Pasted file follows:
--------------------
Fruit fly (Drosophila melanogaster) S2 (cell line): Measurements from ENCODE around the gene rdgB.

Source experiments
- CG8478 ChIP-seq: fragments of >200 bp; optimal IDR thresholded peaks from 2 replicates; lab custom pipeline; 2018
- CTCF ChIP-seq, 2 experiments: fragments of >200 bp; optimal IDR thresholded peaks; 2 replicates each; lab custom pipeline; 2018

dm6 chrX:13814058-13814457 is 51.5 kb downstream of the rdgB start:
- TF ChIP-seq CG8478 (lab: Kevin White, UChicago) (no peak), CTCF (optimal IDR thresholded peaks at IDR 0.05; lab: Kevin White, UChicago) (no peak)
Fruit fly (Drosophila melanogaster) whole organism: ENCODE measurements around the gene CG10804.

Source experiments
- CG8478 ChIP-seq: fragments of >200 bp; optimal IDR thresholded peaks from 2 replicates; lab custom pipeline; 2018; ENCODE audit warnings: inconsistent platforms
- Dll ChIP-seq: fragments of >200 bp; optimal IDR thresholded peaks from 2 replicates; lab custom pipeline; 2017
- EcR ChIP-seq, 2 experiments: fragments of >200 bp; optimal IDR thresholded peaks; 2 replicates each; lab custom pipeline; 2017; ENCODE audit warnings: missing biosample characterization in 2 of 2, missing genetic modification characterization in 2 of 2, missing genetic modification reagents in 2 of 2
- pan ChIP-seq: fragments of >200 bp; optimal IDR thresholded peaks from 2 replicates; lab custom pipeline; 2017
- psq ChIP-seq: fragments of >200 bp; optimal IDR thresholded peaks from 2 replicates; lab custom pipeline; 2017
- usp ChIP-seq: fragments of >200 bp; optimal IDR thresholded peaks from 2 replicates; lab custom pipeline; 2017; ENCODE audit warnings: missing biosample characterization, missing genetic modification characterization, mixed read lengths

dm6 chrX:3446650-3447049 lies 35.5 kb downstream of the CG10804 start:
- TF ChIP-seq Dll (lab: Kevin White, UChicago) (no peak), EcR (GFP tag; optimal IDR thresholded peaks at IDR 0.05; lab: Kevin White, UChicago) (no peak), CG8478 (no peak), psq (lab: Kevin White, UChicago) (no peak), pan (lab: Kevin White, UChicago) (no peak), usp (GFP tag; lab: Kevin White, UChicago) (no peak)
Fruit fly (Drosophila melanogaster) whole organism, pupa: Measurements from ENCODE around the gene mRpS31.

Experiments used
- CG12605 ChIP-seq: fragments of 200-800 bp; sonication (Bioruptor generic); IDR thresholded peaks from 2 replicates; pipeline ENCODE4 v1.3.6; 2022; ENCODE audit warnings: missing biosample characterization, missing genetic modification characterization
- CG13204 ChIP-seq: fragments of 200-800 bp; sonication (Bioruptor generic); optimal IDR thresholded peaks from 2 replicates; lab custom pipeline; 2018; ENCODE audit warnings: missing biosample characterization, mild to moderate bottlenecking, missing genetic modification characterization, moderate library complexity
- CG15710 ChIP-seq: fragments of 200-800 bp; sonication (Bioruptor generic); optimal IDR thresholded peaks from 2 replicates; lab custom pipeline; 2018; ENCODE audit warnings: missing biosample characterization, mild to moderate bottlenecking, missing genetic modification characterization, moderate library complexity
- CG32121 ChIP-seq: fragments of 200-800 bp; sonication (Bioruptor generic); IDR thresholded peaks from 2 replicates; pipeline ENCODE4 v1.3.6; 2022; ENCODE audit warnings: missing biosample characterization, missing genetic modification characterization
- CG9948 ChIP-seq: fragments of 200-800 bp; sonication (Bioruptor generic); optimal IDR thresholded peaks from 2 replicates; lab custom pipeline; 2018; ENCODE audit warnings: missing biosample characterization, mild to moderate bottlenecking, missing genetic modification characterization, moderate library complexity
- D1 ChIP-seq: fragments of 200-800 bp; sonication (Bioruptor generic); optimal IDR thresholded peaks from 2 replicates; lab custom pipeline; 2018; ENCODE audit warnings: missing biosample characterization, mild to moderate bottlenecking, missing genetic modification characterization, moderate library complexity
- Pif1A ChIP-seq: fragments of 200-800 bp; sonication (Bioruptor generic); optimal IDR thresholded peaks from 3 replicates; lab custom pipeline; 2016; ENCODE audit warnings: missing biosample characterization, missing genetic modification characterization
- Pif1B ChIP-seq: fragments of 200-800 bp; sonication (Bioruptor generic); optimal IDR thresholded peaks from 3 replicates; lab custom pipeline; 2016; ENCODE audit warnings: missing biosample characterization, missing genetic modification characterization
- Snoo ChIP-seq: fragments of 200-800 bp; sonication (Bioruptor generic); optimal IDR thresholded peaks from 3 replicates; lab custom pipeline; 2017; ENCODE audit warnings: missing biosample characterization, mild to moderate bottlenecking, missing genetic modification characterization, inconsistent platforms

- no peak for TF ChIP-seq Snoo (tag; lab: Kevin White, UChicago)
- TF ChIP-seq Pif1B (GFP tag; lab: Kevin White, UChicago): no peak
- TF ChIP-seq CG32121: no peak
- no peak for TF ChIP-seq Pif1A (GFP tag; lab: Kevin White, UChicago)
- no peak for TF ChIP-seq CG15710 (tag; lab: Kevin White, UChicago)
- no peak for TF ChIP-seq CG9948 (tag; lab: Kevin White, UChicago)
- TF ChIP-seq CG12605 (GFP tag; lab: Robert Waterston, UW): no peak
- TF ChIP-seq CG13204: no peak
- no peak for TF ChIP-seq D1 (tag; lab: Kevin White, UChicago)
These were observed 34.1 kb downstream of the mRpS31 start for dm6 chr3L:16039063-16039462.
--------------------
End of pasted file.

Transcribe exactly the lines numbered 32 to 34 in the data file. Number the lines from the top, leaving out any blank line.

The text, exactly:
- no peak for TF ChIP-seq CG15710 (tag; lab: Kevin White, UChicago)
- no peak for TF ChIP-seq CG9948 (tag; lab: Kevin White, UChicago)
- TF ChIP-seq CG12605 (GFP tag; lab: Robert Waterston, UW): no peak